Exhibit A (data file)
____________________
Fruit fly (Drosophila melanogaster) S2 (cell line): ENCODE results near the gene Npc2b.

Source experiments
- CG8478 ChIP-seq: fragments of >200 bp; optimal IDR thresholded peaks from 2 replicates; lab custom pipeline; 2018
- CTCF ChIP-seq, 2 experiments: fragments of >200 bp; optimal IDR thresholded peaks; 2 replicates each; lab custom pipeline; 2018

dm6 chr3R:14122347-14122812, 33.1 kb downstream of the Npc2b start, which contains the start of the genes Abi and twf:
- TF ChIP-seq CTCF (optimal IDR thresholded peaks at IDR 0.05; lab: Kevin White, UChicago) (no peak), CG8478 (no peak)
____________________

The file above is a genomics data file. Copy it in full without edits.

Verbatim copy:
Fruit fly (Drosophila melanogaster) S2 (cell line): ENCODE results near the gene Npc2b.

Source experiments
- CG8478 ChIP-seq: fragments of >200 bp; optimal IDR thresholded peaks from 2 replicates; lab custom pipeline; 2018
- CTCF ChIP-seq, 2 experiments: fragments of >200 bp; optimal IDR thresholded peaks; 2 replicates each; lab custom pipeline; 2018

dm6 chr3R:14122347-14122812, 33.1 kb downstream of the Npc2b start, which contains the start of the genes Abi and twf:
- TF ChIP-seq CTCF (optimal IDR thresholded peaks at IDR 0.05; lab: Kevin White, UChicago) (no peak), CG8478 (no peak)